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From work to school to home, digital technology is everywhere. Given its growing influence, students must be equipped with computational thinking skills to genuinely connect and contribute to our digital world.

Public school students’ computer use must move beyond consuming information and performing routine tasks like reading, writing and presenting. They need opportunities to create, decode, analyze, customize and otherwise manipulate programs, datasets and predictive models to solve problems in support of their learning goals.

There is a growing need to reframe computing in classrooms as an inherently social and learned set of skills. The end goal is not to just provide access to digital devices — it’s to develop the skills to use these tools for heightened learning, critical thinking and self-expression.

We suggest that computational thinking — which applies concepts from computer science — provides a framework for pre-K-12 educators to integrate and apply computational methods to solve interdisciplinary, complex and/or everyday problems.

These methods include an interrelated set of skills, such as pattern recognition, abstraction and decomposition, applied to solve complex problems using, for example, automation, data analysis or computational modeling. These skills and practices can be used to learn topics in many disciplines.

It’s time for all educators to integrate computational thinking into disciplinary learning across K-12 education, and equip students with the skills they need to participate in our increasingly technological world — and to promote justice for students and society at large.

In the early grades (pre-K-3), students should engage in foundational computational skill building, such as pattern recognition. In the middle grades (4-8), they should connect and apply computational skills to solve problems, such as using models to make predictions. In the older grades (9-12), students should leverage computing to address problems of higher rigor and complexity, such as analyzing data to critically examine bias in society.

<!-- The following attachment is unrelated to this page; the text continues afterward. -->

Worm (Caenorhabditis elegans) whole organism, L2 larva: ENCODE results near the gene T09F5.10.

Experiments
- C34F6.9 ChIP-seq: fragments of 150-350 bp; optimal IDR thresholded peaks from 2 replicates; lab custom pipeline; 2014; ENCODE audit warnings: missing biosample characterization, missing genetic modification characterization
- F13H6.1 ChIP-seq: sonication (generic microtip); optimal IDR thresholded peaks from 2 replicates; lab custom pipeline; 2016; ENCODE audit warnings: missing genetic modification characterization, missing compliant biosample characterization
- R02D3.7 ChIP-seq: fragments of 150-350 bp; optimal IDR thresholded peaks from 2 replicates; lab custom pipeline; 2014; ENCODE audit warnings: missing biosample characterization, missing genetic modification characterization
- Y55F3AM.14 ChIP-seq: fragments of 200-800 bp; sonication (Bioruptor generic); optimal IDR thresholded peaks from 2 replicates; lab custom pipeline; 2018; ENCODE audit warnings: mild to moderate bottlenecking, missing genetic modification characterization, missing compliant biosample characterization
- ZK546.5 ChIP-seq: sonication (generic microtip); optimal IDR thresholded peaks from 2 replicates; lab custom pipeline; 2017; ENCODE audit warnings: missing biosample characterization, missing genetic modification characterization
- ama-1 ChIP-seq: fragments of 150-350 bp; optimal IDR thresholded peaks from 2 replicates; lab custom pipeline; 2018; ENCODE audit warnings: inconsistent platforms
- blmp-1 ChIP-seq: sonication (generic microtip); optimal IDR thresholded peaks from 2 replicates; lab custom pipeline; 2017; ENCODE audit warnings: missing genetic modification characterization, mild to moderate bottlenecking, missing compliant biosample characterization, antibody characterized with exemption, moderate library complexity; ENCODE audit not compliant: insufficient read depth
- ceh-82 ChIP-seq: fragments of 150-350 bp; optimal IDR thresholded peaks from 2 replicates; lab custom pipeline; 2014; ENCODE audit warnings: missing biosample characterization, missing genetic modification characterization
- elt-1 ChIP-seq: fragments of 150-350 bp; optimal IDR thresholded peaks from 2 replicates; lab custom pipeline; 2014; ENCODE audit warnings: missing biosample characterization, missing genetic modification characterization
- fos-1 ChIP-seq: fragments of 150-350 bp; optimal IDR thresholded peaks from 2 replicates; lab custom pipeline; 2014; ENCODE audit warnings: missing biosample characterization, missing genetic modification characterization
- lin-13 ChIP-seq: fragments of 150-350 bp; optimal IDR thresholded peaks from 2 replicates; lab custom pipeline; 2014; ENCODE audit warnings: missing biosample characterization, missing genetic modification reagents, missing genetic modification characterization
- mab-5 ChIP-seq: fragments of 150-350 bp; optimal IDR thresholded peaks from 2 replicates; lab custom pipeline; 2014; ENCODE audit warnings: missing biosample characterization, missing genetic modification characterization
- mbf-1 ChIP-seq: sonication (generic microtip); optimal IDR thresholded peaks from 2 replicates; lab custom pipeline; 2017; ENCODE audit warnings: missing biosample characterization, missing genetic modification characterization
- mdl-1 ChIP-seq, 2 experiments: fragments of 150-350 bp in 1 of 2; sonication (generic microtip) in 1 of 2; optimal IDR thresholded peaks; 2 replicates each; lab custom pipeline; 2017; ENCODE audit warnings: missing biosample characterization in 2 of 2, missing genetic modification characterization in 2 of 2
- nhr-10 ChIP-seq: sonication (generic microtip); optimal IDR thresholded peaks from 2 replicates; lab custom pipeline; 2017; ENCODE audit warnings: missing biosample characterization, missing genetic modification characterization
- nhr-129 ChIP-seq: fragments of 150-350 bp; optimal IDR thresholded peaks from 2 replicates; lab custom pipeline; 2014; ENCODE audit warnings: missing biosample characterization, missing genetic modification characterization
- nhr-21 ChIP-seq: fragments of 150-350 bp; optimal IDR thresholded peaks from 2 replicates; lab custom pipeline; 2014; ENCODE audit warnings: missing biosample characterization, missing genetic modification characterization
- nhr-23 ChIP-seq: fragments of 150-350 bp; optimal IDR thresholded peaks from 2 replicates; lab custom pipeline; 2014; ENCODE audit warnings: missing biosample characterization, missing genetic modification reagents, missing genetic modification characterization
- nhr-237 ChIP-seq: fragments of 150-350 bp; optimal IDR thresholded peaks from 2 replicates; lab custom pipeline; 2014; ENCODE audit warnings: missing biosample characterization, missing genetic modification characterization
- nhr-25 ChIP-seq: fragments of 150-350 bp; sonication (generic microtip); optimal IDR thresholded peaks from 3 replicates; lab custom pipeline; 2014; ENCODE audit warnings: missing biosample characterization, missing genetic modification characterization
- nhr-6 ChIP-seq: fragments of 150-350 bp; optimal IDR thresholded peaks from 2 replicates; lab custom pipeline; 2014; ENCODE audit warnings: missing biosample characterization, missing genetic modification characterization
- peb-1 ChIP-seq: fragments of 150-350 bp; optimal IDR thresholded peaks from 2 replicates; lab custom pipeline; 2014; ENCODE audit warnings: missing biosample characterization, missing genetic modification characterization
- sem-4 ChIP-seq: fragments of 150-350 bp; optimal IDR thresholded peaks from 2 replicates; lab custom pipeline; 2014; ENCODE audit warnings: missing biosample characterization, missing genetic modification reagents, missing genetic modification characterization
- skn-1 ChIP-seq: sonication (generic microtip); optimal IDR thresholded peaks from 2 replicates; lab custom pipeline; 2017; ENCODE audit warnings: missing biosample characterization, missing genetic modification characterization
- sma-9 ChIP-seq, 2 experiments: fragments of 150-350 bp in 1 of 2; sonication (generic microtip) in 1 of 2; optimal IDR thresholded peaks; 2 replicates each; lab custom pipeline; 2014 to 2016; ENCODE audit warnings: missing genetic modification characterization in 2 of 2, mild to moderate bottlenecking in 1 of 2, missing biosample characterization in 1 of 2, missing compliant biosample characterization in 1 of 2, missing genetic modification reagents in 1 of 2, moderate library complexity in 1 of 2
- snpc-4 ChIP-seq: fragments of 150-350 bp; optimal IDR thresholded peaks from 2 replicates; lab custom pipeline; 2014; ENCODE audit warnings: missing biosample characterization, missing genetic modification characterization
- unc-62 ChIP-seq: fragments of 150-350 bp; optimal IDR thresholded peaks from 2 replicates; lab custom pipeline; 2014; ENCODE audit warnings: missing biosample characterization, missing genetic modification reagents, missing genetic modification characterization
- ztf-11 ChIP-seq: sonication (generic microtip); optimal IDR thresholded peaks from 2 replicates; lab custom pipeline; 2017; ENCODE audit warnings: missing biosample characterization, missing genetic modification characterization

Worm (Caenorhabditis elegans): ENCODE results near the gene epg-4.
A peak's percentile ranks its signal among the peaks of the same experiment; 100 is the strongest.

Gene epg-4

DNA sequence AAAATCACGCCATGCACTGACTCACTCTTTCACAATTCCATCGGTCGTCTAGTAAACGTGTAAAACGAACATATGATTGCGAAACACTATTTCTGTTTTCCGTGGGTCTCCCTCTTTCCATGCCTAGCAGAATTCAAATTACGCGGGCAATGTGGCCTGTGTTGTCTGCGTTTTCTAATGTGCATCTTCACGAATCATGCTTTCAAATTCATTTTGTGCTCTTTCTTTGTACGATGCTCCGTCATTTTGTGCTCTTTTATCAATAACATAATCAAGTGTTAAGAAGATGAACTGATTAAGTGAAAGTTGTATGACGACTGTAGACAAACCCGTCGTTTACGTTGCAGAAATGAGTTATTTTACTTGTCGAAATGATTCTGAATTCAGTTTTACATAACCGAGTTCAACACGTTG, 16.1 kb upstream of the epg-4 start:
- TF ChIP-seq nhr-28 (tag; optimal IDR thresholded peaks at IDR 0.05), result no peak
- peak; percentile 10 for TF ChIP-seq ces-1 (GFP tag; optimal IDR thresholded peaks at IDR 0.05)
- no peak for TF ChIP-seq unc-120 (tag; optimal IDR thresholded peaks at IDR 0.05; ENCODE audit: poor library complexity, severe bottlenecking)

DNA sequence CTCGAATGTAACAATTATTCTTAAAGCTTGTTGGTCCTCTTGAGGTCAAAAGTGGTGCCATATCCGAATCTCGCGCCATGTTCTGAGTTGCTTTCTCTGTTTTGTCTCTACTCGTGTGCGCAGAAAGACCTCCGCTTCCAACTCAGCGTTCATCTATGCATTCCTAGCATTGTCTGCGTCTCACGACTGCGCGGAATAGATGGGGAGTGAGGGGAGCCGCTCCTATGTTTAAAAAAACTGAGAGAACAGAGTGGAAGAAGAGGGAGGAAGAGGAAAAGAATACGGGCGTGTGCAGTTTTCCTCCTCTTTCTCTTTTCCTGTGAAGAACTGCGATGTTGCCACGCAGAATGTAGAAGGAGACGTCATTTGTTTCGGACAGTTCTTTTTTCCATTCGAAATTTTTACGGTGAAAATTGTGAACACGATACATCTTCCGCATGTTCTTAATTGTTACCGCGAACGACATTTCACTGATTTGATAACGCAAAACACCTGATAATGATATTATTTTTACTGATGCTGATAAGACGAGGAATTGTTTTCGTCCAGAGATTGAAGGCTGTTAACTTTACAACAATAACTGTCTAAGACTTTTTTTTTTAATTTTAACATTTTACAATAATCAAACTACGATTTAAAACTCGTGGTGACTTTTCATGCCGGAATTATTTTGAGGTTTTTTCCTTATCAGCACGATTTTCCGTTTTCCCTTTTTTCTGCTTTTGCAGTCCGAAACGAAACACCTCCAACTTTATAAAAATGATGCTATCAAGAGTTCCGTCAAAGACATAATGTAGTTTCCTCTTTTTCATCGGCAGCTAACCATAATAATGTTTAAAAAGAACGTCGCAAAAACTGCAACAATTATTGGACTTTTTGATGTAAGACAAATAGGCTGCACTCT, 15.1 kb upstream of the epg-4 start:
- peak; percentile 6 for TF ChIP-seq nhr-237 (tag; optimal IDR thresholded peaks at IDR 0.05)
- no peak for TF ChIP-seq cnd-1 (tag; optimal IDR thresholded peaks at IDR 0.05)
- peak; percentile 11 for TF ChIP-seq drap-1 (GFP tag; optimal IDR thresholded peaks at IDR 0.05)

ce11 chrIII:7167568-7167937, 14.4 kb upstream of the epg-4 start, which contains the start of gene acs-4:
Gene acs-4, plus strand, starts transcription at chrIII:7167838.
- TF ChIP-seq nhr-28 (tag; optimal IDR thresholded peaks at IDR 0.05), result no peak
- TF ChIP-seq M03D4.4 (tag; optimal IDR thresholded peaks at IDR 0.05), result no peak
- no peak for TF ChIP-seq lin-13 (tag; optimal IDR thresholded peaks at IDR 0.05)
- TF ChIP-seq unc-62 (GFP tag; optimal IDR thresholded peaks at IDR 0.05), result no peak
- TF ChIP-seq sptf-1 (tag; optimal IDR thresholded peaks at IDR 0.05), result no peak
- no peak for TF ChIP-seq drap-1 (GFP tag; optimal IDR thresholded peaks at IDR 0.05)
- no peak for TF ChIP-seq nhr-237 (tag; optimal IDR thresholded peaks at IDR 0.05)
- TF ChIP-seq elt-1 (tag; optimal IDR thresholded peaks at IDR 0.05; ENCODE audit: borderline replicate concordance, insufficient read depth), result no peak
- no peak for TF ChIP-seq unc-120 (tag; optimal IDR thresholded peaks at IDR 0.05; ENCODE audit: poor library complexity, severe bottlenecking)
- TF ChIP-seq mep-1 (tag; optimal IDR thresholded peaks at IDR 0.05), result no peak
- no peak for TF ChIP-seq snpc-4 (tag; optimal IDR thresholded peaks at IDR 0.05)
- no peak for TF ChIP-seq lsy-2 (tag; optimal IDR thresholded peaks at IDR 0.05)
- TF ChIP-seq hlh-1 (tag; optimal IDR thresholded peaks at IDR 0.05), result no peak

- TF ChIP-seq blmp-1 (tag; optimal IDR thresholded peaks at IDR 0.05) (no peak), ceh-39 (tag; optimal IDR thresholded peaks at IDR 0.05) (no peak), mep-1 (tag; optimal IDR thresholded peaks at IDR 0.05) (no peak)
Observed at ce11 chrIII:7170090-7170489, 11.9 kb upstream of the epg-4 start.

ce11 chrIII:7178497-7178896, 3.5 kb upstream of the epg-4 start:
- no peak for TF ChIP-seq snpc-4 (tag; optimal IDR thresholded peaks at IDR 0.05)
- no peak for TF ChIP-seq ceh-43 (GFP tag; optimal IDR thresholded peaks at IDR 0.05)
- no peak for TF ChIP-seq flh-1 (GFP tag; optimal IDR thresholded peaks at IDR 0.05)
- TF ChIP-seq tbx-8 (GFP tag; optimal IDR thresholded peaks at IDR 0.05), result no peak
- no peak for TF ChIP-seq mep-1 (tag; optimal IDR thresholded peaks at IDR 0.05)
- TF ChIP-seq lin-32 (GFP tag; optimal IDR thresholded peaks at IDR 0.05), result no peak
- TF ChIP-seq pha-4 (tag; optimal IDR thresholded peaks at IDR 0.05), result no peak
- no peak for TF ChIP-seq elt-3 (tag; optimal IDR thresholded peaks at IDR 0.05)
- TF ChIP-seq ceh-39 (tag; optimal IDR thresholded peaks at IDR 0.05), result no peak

Yet, as we expand computing opportunities in schools and encourage students to be creators and critical users of digital media rather than simply end consumers, we must recognize that our evolving world of technological innovation is still (deliberately or inadvertently) reinforcing systemic injustice.

These injustices are caused by biases within our technical systems and are perpetuated by the digital learning and inclusion gap. This gap contributes to the lack of diversity in many parts of the workforce, especially in the science, technology, engineering and mathematics fields.

While jobs increasingly require the processing power of computers along with human creativity and expertise, our education system is preparing only some students with these skills, while systematically excluding others. Marginalized students — Black, Native American and Latino students; students with disabilities; girls and nonbinary students — have unequal access to the classrooms, equipment and learning opportunities needed to build computational skills.

Related: Digital divide: Gap is narrowing, but how will schools maintain progress?

All students need opportunities to consider the ways that technological systems and the biases designed into them affect their lives. For example, students could discuss the implications of gender bias in a natural language processing system, such as Gmail Smart Compose, or of higher error rates for marginalized groups in the facial and speech recognition programs in home assistants and smart speakers.

These opportunities to develop skills and design technology to solve problems are important for all students — not just the ones who will eventually study computer science and enter the information technology industry.

To make computational thinking learning opportunities more inclusive in K–12 systems and districts, schools, teachers and other stakeholders must integrate computational thinking into English Language Arts, social studies, math, science and the arts. Educators in New York City, for example, have integrated computational modeling into middle school science and are using computational skills in technical writing. City University of New York has developed robust professional learning experiences for educators, such as integrating computational thinking into the coursework and field experience of teacher education programs.

Integrating computational thinking into every classroom is not something that can be left to individual educators. Education leaders must also find ways to help teachers address challenges to inclusivity and equity. This is a big change and must be prioritized by district leaders.

It’s time for all educators to integrate computational thinking into disciplinary learning across K-12 education and equip students with the skills they need to participate in our increasingly technological world — and to promote justice for students and society at large.

Jean-Claude Brizard is president and CEO of Digital Promise; Kelly Mills is project director of computational thinking.

This story about computational thinking was produced by The Hechinger Report, a nonprofit, independent news organization focused on inequality and innovation in education. Sign up for Hechinger’s newsletter.

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